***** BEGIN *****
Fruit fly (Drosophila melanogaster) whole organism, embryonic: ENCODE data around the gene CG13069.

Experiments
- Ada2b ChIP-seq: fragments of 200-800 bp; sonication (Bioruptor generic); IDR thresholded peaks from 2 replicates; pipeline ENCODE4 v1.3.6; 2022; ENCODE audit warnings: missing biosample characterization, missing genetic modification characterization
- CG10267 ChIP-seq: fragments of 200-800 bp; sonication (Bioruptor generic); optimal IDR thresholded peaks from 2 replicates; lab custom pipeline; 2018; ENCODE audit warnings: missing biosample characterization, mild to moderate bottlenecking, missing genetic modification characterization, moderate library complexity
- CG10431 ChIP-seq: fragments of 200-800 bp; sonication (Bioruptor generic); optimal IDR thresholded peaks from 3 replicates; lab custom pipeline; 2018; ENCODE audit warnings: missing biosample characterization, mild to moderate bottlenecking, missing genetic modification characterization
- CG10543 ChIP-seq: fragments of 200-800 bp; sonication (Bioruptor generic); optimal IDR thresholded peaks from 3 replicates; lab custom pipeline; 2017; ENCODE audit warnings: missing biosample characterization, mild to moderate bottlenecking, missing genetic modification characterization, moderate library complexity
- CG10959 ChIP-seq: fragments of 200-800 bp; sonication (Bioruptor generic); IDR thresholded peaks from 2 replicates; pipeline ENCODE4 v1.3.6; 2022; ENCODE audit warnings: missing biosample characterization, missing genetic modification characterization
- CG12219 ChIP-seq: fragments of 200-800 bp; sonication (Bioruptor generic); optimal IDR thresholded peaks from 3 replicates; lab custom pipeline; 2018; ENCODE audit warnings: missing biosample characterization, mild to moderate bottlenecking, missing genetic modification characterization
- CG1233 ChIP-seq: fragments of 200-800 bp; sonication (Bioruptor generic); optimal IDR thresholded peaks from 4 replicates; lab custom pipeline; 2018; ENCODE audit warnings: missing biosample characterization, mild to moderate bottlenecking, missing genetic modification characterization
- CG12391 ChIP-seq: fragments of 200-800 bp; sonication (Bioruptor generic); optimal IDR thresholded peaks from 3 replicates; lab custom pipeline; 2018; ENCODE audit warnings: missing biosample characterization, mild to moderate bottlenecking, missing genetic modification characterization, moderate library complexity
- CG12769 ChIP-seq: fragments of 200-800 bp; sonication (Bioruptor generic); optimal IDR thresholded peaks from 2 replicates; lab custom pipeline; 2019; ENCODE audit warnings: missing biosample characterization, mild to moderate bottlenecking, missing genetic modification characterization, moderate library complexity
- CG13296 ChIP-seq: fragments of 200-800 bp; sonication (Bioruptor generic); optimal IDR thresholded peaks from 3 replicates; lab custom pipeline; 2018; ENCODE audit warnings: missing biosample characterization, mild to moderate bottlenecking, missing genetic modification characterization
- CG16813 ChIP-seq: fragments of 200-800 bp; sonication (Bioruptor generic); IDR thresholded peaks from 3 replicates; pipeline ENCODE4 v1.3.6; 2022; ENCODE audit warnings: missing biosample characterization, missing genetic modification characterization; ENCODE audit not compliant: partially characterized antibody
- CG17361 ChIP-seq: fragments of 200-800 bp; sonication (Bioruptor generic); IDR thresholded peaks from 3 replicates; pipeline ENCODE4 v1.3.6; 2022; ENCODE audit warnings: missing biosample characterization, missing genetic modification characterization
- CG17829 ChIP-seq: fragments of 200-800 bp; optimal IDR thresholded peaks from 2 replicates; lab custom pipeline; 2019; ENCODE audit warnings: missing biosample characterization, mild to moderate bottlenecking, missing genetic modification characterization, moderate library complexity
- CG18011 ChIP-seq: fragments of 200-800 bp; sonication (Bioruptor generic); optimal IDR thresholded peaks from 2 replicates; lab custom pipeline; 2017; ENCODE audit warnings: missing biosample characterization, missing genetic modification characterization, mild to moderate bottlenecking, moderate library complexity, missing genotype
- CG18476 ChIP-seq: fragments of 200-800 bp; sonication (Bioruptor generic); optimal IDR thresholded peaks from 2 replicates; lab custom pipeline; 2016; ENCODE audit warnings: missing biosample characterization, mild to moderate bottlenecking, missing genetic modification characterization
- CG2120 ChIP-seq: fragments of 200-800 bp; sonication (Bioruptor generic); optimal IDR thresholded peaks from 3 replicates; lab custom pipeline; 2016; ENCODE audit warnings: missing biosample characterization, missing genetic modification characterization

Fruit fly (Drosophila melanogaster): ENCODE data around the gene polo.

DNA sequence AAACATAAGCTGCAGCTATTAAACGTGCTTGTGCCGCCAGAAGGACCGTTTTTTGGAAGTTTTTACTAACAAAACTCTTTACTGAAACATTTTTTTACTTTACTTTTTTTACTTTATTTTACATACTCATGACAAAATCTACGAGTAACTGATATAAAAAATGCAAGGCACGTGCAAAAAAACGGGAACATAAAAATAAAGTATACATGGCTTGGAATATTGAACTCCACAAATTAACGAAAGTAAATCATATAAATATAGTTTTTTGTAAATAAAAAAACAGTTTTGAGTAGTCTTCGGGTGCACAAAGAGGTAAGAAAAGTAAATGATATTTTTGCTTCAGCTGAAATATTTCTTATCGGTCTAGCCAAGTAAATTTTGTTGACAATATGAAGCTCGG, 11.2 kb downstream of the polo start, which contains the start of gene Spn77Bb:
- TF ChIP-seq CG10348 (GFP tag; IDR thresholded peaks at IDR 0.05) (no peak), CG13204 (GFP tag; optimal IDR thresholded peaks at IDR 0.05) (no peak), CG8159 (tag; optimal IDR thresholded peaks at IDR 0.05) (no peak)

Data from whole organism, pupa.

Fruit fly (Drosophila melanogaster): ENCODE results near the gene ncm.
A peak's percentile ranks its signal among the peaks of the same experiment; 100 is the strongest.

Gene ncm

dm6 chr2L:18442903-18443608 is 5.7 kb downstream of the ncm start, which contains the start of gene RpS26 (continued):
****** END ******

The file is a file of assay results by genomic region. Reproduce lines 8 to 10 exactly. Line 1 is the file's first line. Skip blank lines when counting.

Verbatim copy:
- CG12219 ChIP-seq: fragments of 200-800 bp; sonication (Bioruptor generic); optimal IDR thresholded peaks from 3 replicates; lab custom pipeline; 2018; ENCODE audit warnings: missing biosample characterization, mild to moderate bottlenecking, missing genetic modification characterization
- CG1233 ChIP-seq: fragments of 200-800 bp; sonication (Bioruptor generic); optimal IDR thresholded peaks from 4 replicates; lab custom pipeline; 2018; ENCODE audit warnings: missing biosample characterization, mild to moderate bottlenecking, missing genetic modification characterization
- CG12391 ChIP-seq: fragments of 200-800 bp; sonication (Bioruptor generic); optimal IDR thresholded peaks from 3 replicates; lab custom pipeline; 2018; ENCODE audit warnings: missing biosample characterization, mild to moderate bottlenecking, missing genetic modification characterization, moderate library complexity